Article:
Amy Finkelstein has looked at the introduction of Medicare to learn how the introduction of universal insurance affects health spending and technology adoption.(5) Medicare, she hypothesizes, should have had a greater effect in areas of the country in which relatively few of the elderly had health insurance than in areas in which many of the elderly were insured prior to the introduction of the program. She examines an annual hospital-level dataset from 1948-75 for six hospital outcomes: total expenditures, payroll expenditures, employment, beds, admissions, and patient-days. She finds that the effects were indeed greater in areas in which health insurance was less common; prior to 1965, hospital admissions were growing more slowly in the low-insurance areas than in the high-insurance areas, but after 1965 this pattern reversed, with admissions growing much more quickly in those areas most affected by Medicare's introduction. Similar patterns are evident in the other hospital outcome variables, including expenditures. These results suggest that the overall spread of health insurance explains at least 40 percent of the dramatic increase in health spending in the United States between 1950 and 1990.

In a series of articles, Jon Skinner and colleagues have examined variation in expenditures for the care of Medicare beneficiaries and their implications for the efficiency of Medicare. For example, the range of variation in resources used for end-of-life care for Medicare beneficiaries in the United States is striking, even among top-rated hospitals.(6) Skinner and colleagues also use geographical variations in health care spending to measure the incremental value of health care intensity among the elderly Medicare population.(7) To correct for the reverse causation problem - that residents of "sicker" areas tend to require more health care - they use a set of instruments characterizing health care intensity either among hip fracture patients or among patients in their last six months of life. Using various analytical methods, they find that a large component of Medicare expenditures -- $26 billion in 1996 dollars, or nearly 20 percent of total Medicare expenditures - appears to provide no survival benefit, nor is it likely that this extra spending improves the quality of life. While secular trends in health care technology have delivered large health benefits, variation in health care intensity at a point in time suggests that more is not better.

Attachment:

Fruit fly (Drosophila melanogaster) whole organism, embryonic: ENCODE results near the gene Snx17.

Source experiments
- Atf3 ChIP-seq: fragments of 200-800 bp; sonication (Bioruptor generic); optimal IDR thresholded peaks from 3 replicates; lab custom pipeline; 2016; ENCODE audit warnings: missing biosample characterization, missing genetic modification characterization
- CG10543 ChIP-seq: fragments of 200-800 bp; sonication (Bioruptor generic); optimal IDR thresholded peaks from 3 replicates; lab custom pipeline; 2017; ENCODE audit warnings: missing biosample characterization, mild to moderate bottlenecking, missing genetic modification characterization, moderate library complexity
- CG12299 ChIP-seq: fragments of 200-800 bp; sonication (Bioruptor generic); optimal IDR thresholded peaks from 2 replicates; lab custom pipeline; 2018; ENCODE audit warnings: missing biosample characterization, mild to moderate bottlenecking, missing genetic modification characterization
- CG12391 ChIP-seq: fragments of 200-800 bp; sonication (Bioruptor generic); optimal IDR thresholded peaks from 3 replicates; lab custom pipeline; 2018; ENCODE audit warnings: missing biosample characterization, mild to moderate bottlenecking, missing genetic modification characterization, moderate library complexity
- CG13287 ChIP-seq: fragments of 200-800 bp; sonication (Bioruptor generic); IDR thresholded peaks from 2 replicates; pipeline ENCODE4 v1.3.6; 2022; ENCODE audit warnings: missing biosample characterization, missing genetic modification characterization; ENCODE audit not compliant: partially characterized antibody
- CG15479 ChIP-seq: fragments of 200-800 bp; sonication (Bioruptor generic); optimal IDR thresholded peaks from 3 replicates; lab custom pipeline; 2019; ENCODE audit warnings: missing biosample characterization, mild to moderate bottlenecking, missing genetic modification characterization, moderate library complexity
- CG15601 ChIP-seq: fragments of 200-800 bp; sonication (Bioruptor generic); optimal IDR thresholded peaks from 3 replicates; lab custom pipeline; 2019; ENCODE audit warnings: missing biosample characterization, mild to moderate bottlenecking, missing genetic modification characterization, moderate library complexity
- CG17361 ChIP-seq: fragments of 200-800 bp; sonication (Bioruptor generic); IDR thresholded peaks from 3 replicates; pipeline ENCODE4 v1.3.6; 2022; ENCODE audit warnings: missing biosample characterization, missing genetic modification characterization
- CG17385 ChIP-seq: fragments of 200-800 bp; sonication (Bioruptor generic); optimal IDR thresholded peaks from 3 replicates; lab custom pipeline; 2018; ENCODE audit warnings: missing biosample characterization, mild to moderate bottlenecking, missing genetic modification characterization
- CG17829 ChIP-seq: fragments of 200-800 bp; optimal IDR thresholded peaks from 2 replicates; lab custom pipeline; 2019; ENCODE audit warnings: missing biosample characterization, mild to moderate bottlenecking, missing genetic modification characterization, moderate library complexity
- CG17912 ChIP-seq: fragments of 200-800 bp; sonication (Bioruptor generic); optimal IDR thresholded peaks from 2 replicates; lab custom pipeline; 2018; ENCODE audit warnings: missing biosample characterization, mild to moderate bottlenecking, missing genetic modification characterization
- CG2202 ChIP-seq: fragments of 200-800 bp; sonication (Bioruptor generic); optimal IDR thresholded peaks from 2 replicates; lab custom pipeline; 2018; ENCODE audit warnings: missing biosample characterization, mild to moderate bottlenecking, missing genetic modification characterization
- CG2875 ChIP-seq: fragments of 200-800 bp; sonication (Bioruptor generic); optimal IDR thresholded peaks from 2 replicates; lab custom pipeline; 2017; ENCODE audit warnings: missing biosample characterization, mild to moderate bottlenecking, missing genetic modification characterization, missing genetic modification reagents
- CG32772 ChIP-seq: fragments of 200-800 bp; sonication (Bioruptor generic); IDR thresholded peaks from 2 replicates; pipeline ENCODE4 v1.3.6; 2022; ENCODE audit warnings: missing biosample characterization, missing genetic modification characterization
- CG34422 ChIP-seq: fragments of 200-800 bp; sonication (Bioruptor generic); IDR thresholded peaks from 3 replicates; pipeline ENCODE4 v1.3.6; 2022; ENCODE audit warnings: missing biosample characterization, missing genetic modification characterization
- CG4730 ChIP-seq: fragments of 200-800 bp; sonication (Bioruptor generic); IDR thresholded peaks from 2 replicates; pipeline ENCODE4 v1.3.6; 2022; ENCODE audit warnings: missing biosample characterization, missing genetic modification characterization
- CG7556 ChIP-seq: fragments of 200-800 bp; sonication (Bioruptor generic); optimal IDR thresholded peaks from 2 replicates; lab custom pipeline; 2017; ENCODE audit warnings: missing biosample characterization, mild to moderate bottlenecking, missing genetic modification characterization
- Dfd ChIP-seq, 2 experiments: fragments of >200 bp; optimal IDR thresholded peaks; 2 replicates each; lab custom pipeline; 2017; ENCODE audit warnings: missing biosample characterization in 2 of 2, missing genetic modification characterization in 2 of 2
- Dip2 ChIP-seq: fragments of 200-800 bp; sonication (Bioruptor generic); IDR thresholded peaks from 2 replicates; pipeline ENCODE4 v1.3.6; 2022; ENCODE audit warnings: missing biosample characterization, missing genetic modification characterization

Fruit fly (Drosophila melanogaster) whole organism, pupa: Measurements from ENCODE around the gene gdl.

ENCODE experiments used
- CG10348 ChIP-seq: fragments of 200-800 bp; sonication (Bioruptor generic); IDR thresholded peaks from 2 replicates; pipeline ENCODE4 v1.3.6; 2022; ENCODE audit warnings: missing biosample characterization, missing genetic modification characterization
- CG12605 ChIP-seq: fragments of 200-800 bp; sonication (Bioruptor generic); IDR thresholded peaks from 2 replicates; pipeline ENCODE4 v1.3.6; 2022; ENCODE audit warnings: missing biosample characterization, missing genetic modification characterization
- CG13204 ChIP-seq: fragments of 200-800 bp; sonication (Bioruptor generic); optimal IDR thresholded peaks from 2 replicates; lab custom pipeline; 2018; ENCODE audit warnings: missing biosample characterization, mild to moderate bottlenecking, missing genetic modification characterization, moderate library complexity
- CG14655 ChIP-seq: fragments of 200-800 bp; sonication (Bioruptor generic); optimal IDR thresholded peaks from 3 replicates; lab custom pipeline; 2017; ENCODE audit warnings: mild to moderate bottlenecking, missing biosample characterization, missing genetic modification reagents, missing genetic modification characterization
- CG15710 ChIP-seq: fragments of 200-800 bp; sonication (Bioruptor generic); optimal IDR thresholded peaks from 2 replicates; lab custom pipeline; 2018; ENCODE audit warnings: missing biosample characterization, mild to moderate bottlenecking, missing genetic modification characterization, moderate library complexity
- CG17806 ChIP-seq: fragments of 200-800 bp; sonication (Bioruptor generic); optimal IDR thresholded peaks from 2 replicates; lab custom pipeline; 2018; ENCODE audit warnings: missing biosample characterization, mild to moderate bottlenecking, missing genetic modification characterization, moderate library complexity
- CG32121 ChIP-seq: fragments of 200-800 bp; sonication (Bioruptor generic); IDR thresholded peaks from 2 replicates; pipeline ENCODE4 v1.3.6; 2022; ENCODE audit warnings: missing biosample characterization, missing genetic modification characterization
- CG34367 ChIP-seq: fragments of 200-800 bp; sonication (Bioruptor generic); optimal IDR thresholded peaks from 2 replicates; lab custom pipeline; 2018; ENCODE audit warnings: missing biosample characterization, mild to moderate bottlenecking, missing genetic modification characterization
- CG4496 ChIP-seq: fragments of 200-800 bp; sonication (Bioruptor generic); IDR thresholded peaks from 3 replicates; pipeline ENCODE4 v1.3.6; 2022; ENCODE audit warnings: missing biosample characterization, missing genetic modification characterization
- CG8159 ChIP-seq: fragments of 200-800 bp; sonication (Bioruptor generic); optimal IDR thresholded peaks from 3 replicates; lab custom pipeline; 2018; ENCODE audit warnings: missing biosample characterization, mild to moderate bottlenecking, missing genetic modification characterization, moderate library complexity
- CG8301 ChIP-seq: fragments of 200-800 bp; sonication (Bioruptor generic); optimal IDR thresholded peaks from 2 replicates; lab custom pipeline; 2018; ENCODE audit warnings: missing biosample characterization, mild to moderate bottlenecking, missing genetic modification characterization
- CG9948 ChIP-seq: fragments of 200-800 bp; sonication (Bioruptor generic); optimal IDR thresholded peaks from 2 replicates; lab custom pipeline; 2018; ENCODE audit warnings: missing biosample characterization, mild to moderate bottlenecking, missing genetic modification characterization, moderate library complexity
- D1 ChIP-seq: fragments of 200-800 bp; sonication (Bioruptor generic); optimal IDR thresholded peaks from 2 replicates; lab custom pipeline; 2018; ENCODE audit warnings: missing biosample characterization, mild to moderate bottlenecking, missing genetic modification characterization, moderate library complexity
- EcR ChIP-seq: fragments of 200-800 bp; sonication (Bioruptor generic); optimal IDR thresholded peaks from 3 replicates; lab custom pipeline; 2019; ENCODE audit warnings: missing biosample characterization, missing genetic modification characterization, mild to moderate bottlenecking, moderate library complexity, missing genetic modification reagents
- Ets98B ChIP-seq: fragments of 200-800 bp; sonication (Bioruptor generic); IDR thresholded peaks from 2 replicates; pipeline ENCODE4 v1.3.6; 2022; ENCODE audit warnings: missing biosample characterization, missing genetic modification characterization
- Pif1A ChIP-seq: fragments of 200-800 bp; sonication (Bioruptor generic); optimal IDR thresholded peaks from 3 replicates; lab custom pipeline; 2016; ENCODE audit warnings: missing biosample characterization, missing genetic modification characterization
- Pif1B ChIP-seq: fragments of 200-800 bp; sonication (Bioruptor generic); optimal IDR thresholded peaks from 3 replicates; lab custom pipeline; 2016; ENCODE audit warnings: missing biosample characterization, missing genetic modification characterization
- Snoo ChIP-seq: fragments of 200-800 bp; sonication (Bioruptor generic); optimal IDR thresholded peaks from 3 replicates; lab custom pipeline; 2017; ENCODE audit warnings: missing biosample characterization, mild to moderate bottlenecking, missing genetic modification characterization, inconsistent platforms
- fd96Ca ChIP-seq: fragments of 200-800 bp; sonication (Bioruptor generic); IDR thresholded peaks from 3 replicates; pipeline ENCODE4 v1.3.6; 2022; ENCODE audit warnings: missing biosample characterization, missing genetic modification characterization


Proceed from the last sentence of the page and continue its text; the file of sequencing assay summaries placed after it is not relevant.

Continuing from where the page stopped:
Pharmaceutical Markets, Innovation, And Technology Diffusion

Health Care Program members have conducted a wide array of research addressing how technological innovation in medicine affects both health expenditures and health outcomes. They have also investigated the factors that promote or impede it technological innovation in medical care.

In a series of studies, Cutler and his collaborators have measured the benefits of specific medical innovations. For the most part, he has concluded, the benefits have been large and underappreciated. Much of the work is summarized in his book, Your Money or Your Life.(8) Extending work of Cutler and Mark McClellan on the contribution of medical innovations to changes in heart attack mortality among Medicare beneficiaries,(9) Skinner, Douglas Staiger, and Elliott Fisher examine Medicare costs and outcomes for Acute Myocardial Infarction (AMI) in the Medicare population during 1986-2002.(10) They find that the gains in mortality that Cutler and McClellan observed from 1986-98 did not continue subsequently, and that expenditures, after a brief pause, continued to increase. In cross-sectional analyses, they find that regions experiencing the greatest drop in mortality following AMI were not those with the largest gains in expenditures. Patients living in regions that had invested early in low-cost and highly effective care, such as beta blockers, experienced the largest declines in mortality with no adverse impact on expenditures. The factors yielding the greatest benefits to health were not the factors that drove up costs, and vice versa.